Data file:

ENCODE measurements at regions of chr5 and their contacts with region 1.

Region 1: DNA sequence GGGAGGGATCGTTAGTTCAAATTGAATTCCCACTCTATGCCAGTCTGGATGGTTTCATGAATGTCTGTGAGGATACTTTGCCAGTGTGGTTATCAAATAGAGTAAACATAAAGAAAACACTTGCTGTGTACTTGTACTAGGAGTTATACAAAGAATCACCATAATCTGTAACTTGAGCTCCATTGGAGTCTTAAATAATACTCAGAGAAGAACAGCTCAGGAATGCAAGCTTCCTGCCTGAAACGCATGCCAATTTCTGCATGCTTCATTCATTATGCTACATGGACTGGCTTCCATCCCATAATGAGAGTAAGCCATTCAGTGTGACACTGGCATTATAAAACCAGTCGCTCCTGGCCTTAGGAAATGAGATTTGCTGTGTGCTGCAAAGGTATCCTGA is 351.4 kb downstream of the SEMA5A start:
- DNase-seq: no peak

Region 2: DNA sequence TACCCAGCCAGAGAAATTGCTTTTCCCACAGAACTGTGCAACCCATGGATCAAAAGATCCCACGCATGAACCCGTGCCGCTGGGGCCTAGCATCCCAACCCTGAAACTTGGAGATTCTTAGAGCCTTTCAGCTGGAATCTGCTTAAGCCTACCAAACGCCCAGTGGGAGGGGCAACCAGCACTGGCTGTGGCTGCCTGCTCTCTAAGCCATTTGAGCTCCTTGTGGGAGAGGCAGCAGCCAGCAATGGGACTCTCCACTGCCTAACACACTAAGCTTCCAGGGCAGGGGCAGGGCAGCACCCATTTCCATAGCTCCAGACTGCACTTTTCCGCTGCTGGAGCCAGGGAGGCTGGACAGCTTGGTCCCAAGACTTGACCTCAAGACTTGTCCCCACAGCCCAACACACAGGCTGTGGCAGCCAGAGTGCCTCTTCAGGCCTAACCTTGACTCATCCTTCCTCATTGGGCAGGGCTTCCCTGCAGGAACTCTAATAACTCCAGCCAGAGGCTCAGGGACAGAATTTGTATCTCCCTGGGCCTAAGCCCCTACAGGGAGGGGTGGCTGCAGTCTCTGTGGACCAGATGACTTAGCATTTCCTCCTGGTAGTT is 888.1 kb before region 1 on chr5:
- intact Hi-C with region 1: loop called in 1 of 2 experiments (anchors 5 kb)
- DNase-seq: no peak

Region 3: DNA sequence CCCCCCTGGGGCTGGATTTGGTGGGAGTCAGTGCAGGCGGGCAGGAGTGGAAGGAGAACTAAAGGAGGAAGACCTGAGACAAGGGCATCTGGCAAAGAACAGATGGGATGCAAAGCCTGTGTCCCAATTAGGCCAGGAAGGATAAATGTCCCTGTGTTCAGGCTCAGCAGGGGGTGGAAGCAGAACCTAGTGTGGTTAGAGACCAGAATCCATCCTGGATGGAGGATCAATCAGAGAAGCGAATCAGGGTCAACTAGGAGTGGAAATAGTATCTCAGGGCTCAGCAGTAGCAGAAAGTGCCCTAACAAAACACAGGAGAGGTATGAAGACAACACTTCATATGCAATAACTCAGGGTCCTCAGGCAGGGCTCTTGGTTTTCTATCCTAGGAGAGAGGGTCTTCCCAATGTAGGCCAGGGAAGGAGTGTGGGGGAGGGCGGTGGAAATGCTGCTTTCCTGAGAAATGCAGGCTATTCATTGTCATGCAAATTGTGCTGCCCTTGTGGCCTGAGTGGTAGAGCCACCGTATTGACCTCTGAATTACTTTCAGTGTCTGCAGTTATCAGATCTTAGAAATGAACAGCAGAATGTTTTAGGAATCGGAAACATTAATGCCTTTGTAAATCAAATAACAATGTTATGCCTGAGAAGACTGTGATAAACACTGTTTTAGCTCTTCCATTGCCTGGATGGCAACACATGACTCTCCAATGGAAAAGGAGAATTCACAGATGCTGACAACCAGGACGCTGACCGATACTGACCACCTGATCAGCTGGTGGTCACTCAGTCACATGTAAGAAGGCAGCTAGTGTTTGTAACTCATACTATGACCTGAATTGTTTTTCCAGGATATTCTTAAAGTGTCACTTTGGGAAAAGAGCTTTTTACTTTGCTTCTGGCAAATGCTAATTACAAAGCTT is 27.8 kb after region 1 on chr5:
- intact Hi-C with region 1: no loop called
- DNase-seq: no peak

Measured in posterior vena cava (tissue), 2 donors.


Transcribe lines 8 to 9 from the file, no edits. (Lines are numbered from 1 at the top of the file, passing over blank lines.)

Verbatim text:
- intact Hi-C with region 1: no loop called
- DNase-seq: no peak